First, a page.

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JOURNEY TO WHOLENESS - April 2017 - Kansas City
Nature: Healing Path to Joy and Creativity
By Jude LaClaire, Ph.D.
Would you believe that one of the best ways to be kinder, happier, more creative, and healthy is to spend more time outdoors? George MacKerron, in the Mappiness study (with over 20,000 participants) of what makes people happy, found something astounding.
“On average, study participants are significantly and substantially happier outdoors in all green or natural habitat types than they are in urban environments.” The joy difference in urban vs. natural settings is greater than the difference of being with friends and about the same as doing a favorite activity.
According to Florence Williams in The Nature Fix: Why Nature Makes Us Happier, Healthier and More Creative, as the predominant population, since 2008, is more urban than rural we have “grown more irritable, less sociable, more narcissistic, more distracted and less cognitively nimble.”
Richard Louv wrote his landmark book The Last Child in the Woods in 2005 and coined the term “nature-deficit disorder.” He described this alarming trend of our disconnection from the natural world and its dire consequences for our children. Sadly, since the publication of his book telling us of the need for young people to spend more time in nature, the studies tell us the gap has grown wider with less time outdoors, instead of more, for all age groups, especially younger children.
Other studies cited by these three authors, and others concur, that there are more chronic ailments, myopia (90% increase in teens with near-sightedness), obesity, depression, anxiety, and loneliness in this last decade.
There is current research studying what is now called “biophilia.” This hypothesis is that we are most at home in nature. E.O. Wilson, a Harvard professor, defined this as “the innately emotional affiliation of human beings to other living organisms.”
Yoshifumi Miyazaki, a Japanese researcher at the center for Environment, Health, and Field Sciences at Chiba University, and a member of the International Society of Nature and Forest Medicine, is studying the effects of time spent in nature measuring blood pressure, pulse rate, variable heart rate, salivary cortisol, and hemoglobin in the brain’s prefrontal cortex. Florence Williams reported about her experience in a forest in Japan and the marked difference in all these body functions when she experienced time outdoors. His research indicates that time spent outdoors with grass, trees, and water make a very big difference in our physical and emotional well-being.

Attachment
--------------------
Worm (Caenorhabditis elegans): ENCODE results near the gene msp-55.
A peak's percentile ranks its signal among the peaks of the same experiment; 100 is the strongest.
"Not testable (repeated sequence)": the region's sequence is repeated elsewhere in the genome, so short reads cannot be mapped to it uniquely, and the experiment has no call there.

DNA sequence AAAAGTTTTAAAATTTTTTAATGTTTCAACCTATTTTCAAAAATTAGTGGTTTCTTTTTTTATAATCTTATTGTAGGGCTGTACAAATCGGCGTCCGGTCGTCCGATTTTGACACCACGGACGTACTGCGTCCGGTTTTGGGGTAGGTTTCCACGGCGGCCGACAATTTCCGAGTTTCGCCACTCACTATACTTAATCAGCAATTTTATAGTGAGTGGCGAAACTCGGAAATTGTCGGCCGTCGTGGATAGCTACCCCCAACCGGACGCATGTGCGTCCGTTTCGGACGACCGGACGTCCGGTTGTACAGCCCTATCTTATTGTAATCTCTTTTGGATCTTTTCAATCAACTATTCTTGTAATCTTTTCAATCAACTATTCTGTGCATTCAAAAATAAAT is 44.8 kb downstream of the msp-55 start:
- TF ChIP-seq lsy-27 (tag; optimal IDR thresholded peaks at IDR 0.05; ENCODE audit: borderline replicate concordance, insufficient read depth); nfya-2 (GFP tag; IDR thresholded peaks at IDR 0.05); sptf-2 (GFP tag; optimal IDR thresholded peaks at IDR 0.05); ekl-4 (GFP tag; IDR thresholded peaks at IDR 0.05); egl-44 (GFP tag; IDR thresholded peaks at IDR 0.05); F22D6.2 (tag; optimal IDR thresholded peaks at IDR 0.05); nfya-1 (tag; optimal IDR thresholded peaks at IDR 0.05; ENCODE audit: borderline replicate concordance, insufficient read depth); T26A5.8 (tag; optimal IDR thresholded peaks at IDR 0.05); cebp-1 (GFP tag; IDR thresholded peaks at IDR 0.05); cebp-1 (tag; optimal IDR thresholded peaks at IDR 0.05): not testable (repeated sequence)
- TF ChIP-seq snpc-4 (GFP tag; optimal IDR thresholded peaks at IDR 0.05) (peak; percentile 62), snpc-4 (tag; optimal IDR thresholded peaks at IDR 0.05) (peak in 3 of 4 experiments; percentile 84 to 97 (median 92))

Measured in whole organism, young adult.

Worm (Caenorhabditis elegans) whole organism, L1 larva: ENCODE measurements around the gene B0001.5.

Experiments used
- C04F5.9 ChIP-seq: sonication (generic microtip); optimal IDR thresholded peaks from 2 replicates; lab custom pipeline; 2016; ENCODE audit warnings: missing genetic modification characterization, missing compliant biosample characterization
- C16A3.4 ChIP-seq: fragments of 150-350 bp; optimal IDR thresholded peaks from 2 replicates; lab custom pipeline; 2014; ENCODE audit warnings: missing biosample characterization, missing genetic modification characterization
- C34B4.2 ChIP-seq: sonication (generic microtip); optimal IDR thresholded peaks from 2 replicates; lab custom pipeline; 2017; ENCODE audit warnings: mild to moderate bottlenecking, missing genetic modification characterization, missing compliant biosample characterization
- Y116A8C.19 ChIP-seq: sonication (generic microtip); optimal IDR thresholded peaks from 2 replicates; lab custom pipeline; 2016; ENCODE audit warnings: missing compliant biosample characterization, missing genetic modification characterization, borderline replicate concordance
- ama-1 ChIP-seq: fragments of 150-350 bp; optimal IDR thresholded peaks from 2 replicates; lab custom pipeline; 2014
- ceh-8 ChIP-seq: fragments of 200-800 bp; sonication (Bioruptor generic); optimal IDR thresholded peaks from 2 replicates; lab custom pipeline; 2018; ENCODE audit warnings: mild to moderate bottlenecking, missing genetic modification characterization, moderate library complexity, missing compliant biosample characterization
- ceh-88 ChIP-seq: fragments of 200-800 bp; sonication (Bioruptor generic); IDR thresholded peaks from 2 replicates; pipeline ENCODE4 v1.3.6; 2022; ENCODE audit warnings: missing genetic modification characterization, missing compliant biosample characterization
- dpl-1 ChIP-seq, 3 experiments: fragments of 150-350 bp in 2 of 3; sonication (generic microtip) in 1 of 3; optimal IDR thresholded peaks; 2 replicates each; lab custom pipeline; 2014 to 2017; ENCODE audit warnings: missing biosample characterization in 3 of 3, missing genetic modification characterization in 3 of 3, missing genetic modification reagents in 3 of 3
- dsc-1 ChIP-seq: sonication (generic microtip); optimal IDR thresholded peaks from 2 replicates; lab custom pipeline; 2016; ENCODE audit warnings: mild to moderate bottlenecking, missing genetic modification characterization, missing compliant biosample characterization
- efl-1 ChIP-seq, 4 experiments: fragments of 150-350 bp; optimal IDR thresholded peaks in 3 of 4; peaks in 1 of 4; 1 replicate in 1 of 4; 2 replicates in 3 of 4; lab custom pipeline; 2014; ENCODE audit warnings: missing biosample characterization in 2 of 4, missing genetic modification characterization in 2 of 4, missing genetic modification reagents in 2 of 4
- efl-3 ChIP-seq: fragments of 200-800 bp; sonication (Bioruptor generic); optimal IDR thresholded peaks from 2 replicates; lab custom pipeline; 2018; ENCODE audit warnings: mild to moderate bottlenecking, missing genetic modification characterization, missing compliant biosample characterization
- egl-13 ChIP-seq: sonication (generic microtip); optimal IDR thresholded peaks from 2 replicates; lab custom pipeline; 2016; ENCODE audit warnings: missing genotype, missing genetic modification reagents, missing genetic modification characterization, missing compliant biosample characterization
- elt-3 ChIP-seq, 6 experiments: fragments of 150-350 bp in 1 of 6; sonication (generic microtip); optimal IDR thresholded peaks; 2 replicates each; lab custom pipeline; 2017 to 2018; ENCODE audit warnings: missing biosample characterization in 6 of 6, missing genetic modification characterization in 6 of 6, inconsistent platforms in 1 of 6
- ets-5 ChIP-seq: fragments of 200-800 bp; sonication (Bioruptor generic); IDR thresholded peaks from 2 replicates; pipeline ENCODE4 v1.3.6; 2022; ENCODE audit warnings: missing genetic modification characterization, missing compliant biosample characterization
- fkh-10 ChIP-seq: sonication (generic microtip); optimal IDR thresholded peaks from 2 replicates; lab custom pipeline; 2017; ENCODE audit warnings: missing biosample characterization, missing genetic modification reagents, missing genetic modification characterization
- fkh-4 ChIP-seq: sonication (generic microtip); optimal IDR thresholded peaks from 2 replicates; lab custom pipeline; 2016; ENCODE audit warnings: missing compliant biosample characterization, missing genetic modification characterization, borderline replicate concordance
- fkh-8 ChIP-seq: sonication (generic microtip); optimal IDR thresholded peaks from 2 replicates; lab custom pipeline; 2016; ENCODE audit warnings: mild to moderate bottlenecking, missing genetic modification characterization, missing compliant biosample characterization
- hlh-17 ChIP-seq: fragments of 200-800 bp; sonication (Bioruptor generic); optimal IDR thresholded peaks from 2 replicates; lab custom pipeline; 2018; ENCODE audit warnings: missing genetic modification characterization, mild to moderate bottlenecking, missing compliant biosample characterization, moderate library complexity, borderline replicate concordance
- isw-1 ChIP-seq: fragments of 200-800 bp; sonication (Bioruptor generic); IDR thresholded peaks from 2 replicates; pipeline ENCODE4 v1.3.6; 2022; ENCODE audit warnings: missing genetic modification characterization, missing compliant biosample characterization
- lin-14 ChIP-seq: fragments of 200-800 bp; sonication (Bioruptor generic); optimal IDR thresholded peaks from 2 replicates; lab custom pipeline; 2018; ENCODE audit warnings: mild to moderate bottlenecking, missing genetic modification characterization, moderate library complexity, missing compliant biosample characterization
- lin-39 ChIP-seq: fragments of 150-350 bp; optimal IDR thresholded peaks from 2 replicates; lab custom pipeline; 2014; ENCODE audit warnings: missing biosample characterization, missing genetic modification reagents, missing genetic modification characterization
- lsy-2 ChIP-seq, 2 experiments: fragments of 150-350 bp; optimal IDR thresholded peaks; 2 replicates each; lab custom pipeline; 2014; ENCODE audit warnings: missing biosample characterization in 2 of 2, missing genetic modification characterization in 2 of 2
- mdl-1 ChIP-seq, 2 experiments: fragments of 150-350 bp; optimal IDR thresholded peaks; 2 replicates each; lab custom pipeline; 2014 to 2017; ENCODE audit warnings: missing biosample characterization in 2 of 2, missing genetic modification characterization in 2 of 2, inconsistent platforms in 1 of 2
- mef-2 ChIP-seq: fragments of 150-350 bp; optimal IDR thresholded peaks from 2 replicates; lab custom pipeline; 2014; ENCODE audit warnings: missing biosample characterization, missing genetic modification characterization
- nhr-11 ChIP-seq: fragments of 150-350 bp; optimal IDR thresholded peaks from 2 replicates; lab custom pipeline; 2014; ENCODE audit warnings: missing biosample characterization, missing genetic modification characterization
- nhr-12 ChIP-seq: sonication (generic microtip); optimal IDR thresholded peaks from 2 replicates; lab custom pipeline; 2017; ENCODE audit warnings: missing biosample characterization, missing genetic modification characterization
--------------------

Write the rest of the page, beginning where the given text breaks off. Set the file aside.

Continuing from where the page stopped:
Qing Li, another researcher in Japan, is measuring how being outdoors “smelling trees” helps to build nature killer immune cells, called NK cells, which can protect us from disease agents.
Some people are looking for more outdoor activities and finding them helpful. The Project Healing Waters Fly Fishing is a program dedicated to the physical and emotional rehabilitation of disabled active military service personnel and disabled veterans through fly fishing and associated activities including education and outings. Seeing interviews of the men in this program healing from trauma, stress, and physical injuries was very moving and encouraging.
Jill Suttie, Psy.D. reviewed and summarized the many studies citing the benefits of connecting with nature in Greater Goods magazine:
Makes you happier and less brooding
Relieves attention fatigue and increases creativity
May help you to be kind and generous
Makes you “feel more alive”
Perhaps you may want to think seriously about getting your time outdoors, in hot or cold weather, to give you that free antidote to the mental or physical health issues that are affecting you or could in the future.
Think about how we can preserve the natural resources by supporting groups like the Sierra Club, the Nature Conservancy, or any of the many other organizations helping our natural environment. Enjoy and protect this awesome resource!
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Jude LaClaire, Ph.D., LCPC, is a counselor, educator and author. For counseling appointments, seminars, training, speaking engagements or information on Neurobehavioral Programs or Imago Couple therapy call 913-322-5622. For more information about Jude LaClaire or the Kansas City Holistic Centre go to